Identifying RNA Biomarkers and Molecular Pathways Involved in Multiple Subtypes of Uveitis

James T. Rosenbaum, Christina A. Harrington, Robert P. Searles, Suzanne S. Fei, Amr Zaki, Sruthi Arepalli, Michael A. Paley, Lynn M. Hassman, Albert T. Vitale, Christopher D. Conrady, Puthyda Keath, Claire Mitchell, Lindsey Watson, Stephen R. Planck, Tammy M. Martin, Dongseok Choi

Research output: Contribution to journalArticlepeer-review

Abstract

Purpose: Uveitis is a heterogeneous collection of diseases. We tested the hypothesis that despite the diversity of uveitides, there could be common mechanisms shared by multiple subtypes, and that evidence of these common mechanisms may be detected as gene expression profiles in whole blood. Design: Cohort study. Methods: Ninety subjects with uveitis including axial spondyloarthritis (n = 17), sarcoidosis (n = 13), inflammatory bowel disease (n = 12), tubulointerstitial nephritis with uveitis (n = 10), or idiopathic uveitis (n = 38) as well as 18 healthy controls were enrolled, predominantly at Oregon Health & Science University. RNA-Seq data generated from peripheral, whole blood identified 19,859 unique transcripts. We analyzed gene expression pathways via Kyoto Encyclopedia of Genes and Genomes and Gene Ontology (GO). We validated our list of upregulated genes by comparison to a previously published study on peripheral blood gene expression among 50 subjects with diverse forms of uveitis. Results: Both the Kyoto Encyclopedia of Genes and Genomes and GO analysis identified multiple shared pathways or GO terms with a P value of <.0001. Almost all pathways related to the immune response and/or response to an infection. A total of 119 individual transcripts were upregulated by at least 1.5-fold and false discovery rate <.05, and 61 were downregulated by similar criteria. Comparing mRNA from our study with a false discovery rate <.05 and the prior report, we identified 10 common gene transcripts: ICAM1, IL15RA, IL15, IRF1, IL10RB, GSK3A, TYK2, MEF2A, MEF2B, and MEF2D. Conclusions: Many forms of uveitis share overlapping mechanisms. These data support the concept that a single therapeutic approach could benefit diverse forms of this disease.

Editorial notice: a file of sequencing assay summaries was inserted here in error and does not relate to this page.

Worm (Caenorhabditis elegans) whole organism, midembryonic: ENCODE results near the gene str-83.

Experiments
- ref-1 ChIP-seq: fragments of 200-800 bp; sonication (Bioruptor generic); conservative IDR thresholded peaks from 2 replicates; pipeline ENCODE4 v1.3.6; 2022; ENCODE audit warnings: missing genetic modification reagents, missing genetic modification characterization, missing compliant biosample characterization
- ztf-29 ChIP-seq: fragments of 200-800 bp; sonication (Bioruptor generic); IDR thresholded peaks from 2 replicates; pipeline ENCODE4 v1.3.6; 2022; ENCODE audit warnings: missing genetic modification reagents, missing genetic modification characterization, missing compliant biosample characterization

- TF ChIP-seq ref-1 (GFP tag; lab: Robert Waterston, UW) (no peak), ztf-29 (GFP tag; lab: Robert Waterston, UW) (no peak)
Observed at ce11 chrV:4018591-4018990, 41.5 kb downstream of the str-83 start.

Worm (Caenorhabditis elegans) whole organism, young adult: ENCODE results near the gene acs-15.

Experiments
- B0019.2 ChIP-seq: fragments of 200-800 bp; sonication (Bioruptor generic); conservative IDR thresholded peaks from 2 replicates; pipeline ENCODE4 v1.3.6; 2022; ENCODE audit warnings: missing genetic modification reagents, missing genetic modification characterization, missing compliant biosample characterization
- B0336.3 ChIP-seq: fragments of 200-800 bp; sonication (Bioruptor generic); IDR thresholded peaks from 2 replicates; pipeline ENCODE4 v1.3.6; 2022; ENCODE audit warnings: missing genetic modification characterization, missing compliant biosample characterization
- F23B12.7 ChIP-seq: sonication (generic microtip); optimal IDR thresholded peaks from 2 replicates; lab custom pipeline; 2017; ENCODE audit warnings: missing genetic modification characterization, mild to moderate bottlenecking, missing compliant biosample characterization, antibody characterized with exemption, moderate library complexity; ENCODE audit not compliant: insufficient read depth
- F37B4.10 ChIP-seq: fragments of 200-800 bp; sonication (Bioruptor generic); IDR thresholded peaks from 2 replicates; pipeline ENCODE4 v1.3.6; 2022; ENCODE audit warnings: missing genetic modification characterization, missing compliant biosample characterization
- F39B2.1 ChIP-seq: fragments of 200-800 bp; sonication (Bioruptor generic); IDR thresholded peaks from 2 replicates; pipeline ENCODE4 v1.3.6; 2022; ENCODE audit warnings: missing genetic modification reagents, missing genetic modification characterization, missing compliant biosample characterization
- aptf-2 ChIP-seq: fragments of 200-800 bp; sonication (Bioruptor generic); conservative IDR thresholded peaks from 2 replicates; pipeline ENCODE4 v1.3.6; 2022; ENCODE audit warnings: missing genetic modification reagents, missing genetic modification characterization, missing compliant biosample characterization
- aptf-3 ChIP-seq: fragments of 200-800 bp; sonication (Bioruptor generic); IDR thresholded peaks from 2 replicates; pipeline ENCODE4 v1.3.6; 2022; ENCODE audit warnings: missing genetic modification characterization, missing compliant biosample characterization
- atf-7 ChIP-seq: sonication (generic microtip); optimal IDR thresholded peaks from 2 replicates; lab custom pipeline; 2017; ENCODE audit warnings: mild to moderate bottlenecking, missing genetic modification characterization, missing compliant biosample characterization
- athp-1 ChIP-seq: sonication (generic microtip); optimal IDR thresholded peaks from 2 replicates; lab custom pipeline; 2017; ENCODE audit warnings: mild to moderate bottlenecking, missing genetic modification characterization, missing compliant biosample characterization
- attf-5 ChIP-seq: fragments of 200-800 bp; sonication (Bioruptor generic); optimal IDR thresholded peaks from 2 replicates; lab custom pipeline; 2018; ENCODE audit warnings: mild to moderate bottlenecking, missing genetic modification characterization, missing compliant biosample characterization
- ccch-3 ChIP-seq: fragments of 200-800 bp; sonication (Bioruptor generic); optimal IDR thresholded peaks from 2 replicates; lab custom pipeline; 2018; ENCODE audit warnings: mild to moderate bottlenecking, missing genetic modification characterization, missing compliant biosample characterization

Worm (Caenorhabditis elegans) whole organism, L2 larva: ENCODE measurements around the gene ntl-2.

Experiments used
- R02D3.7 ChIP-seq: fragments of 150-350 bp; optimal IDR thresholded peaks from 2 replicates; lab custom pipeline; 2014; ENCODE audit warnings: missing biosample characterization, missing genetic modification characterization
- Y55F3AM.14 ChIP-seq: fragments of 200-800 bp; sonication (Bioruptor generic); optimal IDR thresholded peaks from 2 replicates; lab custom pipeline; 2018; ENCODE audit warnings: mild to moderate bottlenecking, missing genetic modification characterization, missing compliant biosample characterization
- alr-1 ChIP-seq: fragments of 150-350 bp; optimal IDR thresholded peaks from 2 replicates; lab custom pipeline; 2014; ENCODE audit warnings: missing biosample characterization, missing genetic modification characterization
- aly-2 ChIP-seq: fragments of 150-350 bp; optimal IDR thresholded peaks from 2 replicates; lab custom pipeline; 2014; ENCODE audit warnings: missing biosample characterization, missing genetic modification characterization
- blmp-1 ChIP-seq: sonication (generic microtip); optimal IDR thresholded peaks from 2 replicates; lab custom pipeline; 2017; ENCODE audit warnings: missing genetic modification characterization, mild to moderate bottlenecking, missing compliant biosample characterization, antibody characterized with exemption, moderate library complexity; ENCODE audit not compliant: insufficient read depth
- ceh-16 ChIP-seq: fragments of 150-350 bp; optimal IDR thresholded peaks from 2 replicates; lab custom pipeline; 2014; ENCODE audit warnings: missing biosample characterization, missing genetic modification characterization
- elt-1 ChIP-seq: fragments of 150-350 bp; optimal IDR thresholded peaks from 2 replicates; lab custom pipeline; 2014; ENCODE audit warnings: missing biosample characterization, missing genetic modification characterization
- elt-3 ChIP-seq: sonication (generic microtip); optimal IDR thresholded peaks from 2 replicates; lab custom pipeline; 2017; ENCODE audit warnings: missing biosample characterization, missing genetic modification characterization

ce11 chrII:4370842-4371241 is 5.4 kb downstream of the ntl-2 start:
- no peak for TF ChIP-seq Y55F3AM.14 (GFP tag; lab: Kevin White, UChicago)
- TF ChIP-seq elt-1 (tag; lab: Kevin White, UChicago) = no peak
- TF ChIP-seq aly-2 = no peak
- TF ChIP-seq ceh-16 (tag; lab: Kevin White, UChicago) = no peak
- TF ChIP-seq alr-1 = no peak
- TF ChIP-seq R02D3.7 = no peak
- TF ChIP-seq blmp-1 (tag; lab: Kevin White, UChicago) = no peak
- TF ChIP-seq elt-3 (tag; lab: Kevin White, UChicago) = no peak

Original languageEnglish (US)
Pages (from-to)226-234
Number of pages9
JournalAmerican journal of ophthalmology
Volume226
DOIs
StatePublished - Jun 2021

ASJC Scopus subject areas

  • Ophthalmology

Fingerprint

Dive into the research topics of 'Identifying RNA Biomarkers and Molecular Pathways Involved in Multiple Subtypes of Uveitis'. Together they form a unique fingerprint.

Cite this